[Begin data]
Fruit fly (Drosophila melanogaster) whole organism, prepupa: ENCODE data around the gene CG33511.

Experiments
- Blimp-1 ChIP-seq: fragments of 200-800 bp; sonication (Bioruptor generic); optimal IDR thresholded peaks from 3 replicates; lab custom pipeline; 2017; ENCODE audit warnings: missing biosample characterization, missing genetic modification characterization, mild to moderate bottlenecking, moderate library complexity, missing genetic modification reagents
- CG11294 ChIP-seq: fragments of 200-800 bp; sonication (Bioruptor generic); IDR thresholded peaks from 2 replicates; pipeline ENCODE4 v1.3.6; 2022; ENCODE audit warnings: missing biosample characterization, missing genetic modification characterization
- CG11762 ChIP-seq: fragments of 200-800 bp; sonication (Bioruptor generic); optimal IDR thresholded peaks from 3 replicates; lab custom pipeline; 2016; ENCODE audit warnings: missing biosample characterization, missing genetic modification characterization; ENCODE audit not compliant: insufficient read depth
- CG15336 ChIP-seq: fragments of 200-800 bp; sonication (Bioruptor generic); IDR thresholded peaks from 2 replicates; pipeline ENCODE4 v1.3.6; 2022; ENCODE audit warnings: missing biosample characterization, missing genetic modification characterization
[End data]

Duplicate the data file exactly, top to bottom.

Fruit fly (Drosophila melanogaster) whole organism, prepupa: ENCODE data around the gene CG33511.

Experiments
- Blimp-1 ChIP-seq: fragments of 200-800 bp; sonication (Bioruptor generic); optimal IDR thresholded peaks from 3 replicates; lab custom pipeline; 2017; ENCODE audit warnings: missing biosample characterization, missing genetic modification characterization, mild to moderate bottlenecking, moderate library complexity, missing genetic modification reagents
- CG11294 ChIP-seq: fragments of 200-800 bp; sonication (Bioruptor generic); IDR thresholded peaks from 2 replicates; pipeline ENCODE4 v1.3.6; 2022; ENCODE audit warnings: missing biosample characterization, missing genetic modification characterization
- CG11762 ChIP-seq: fragments of 200-800 bp; sonication (Bioruptor generic); optimal IDR thresholded peaks from 3 replicates; lab custom pipeline; 2016; ENCODE audit warnings: missing biosample characterization, missing genetic modification characterization; ENCODE audit not compliant: insufficient read depth
- CG15336 ChIP-seq: fragments of 200-800 bp; sonication (Bioruptor generic); IDR thresholded peaks from 2 replicates; pipeline ENCODE4 v1.3.6; 2022; ENCODE audit warnings: missing biosample characterization, missing genetic modification characterization